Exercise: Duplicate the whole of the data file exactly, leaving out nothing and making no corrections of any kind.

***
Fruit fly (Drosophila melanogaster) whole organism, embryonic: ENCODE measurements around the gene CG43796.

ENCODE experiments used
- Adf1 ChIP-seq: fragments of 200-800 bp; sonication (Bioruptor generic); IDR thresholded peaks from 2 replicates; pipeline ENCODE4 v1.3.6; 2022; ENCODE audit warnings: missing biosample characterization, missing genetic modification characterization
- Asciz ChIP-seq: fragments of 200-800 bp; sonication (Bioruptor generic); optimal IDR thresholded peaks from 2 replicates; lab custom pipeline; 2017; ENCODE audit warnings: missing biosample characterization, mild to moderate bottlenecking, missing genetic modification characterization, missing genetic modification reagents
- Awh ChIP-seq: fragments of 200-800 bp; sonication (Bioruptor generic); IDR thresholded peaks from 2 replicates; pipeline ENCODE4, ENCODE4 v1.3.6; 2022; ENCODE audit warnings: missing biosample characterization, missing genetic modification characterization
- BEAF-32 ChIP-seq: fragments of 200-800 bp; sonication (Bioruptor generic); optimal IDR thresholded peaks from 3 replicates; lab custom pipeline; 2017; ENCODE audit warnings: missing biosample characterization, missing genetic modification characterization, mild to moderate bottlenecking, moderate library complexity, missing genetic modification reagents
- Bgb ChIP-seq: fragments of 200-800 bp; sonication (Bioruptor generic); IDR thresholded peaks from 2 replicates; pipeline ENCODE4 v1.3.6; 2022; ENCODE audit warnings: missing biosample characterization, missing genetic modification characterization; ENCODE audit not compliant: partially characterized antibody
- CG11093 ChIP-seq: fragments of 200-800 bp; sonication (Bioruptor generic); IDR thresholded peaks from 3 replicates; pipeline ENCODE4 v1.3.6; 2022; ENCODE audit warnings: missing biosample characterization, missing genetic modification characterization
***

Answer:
Fruit fly (Drosophila melanogaster) whole organism, embryonic: ENCODE measurements around the gene CG43796.

ENCODE experiments used
- Adf1 ChIP-seq: fragments of 200-800 bp; sonication (Bioruptor generic); IDR thresholded peaks from 2 replicates; pipeline ENCODE4 v1.3.6; 2022; ENCODE audit warnings: missing biosample characterization, missing genetic modification characterization
- Asciz ChIP-seq: fragments of 200-800 bp; sonication (Bioruptor generic); optimal IDR thresholded peaks from 2 replicates; lab custom pipeline; 2017; ENCODE audit warnings: missing biosample characterization, mild to moderate bottlenecking, missing genetic modification characterization, missing genetic modification reagents
- Awh ChIP-seq: fragments of 200-800 bp; sonication (Bioruptor generic); IDR thresholded peaks from 2 replicates; pipeline ENCODE4, ENCODE4 v1.3.6; 2022; ENCODE audit warnings: missing biosample characterization, missing genetic modification characterization
- BEAF-32 ChIP-seq: fragments of 200-800 bp; sonication (Bioruptor generic); optimal IDR thresholded peaks from 3 replicates; lab custom pipeline; 2017; ENCODE audit warnings: missing biosample characterization, missing genetic modification characterization, mild to moderate bottlenecking, moderate library complexity, missing genetic modification reagents
- Bgb ChIP-seq: fragments of 200-800 bp; sonication (Bioruptor generic); IDR thresholded peaks from 2 replicates; pipeline ENCODE4 v1.3.6; 2022; ENCODE audit warnings: missing biosample characterization, missing genetic modification characterization; ENCODE audit not compliant: partially characterized antibody
- CG11093 ChIP-seq: fragments of 200-800 bp; sonication (Bioruptor generic); IDR thresholded peaks from 3 replicates; pipeline ENCODE4 v1.3.6; 2022; ENCODE audit warnings: missing biosample characterization, missing genetic modification characterization